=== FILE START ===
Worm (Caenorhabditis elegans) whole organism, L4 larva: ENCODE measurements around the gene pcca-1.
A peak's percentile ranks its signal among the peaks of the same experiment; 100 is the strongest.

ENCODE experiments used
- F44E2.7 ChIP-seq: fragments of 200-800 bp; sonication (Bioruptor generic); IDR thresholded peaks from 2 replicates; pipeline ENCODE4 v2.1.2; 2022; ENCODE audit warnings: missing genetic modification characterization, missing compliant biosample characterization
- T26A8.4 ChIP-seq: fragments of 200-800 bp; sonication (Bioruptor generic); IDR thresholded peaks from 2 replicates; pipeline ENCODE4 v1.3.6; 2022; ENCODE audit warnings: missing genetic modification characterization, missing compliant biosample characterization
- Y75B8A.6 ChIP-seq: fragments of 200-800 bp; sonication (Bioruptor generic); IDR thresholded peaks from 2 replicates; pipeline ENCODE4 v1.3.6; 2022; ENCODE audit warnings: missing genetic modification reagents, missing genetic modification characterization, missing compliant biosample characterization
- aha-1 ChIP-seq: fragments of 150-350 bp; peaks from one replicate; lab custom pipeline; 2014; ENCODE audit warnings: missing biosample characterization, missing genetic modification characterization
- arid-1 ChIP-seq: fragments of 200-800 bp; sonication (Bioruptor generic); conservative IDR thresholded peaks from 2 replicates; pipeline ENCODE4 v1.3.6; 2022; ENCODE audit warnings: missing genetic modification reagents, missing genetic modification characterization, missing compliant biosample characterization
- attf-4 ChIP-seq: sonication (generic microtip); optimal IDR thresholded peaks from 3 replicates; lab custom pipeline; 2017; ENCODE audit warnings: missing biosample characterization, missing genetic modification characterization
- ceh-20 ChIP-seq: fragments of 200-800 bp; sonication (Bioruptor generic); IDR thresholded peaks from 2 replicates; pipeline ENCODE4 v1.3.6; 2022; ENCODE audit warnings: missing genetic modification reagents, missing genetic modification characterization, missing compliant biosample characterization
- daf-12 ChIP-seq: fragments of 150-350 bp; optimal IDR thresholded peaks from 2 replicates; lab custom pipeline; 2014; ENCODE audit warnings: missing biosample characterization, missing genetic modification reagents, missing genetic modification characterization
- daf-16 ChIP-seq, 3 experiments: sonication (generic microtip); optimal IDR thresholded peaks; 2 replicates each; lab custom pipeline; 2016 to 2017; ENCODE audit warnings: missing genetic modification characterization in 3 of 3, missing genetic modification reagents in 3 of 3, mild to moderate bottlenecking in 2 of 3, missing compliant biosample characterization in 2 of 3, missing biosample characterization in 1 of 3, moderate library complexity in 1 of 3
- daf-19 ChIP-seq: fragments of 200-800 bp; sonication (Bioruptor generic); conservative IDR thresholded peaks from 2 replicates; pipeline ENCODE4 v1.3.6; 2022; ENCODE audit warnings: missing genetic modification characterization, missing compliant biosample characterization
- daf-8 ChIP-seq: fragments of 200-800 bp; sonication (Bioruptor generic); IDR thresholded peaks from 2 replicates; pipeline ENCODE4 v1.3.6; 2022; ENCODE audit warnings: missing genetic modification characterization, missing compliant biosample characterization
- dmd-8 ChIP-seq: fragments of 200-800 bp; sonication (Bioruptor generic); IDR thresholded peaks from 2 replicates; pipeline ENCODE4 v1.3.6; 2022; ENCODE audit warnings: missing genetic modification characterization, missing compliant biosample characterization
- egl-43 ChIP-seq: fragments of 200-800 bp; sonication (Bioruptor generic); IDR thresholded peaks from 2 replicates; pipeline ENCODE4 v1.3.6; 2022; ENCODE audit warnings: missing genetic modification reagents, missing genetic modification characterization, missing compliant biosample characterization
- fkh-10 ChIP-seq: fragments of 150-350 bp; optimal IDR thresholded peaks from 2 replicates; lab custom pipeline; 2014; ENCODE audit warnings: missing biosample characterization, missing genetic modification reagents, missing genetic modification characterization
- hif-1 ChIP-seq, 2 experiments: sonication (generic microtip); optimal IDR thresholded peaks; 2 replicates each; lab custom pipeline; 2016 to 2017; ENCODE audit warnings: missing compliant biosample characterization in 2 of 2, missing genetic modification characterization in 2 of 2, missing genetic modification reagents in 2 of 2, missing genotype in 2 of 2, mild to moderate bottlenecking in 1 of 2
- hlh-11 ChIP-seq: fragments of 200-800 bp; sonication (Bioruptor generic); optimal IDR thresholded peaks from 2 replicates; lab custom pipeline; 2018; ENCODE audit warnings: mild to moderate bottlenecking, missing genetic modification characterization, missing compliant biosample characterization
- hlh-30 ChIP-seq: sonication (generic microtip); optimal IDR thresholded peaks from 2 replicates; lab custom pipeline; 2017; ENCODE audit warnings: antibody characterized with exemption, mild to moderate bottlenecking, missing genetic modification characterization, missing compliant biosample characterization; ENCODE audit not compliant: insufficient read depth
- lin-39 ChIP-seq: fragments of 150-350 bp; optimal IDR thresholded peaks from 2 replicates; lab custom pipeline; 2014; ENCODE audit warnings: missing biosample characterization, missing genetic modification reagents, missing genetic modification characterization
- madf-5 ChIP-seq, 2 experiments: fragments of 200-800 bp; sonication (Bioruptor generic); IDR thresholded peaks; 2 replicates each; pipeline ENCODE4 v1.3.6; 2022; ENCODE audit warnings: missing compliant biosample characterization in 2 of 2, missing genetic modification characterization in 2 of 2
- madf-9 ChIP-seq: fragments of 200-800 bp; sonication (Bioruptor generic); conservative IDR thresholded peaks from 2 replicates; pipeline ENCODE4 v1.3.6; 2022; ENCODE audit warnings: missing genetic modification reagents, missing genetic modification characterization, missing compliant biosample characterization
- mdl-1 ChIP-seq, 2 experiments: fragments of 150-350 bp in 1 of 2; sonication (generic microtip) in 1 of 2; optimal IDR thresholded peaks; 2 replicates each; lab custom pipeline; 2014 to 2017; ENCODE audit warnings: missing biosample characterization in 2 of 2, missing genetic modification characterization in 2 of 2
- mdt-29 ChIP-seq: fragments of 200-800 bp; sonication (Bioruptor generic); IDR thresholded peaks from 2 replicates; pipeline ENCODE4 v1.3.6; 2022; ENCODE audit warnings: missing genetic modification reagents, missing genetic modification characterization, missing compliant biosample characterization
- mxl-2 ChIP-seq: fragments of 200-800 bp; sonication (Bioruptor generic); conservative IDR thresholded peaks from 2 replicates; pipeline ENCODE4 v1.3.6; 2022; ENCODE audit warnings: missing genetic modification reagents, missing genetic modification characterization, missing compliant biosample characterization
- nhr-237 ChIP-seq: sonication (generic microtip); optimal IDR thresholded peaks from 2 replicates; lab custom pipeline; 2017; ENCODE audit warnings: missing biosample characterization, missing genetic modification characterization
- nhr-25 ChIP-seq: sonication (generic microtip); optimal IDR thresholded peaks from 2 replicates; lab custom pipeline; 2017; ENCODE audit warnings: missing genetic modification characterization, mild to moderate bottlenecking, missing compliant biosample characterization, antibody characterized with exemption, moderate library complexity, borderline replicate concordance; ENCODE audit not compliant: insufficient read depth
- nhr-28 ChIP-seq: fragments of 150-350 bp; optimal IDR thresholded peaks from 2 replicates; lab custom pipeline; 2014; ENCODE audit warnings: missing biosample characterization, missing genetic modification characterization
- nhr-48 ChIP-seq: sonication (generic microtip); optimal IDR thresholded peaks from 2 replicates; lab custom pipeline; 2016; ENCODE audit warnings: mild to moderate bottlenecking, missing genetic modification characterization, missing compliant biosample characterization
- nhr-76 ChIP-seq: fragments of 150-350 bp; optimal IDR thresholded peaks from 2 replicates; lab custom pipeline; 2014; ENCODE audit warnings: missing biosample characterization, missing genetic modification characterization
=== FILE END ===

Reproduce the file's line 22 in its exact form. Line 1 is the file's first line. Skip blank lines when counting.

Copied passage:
- madf-5 ChIP-seq, 2 experiments: fragments of 200-800 bp; sonication (Bioruptor generic); IDR thresholded peaks; 2 replicates each; pipeline ENCODE4 v1.3.6; 2022; ENCODE audit warnings: missing compliant biosample characterization in 2 of 2, missing genetic modification characterization in 2 of 2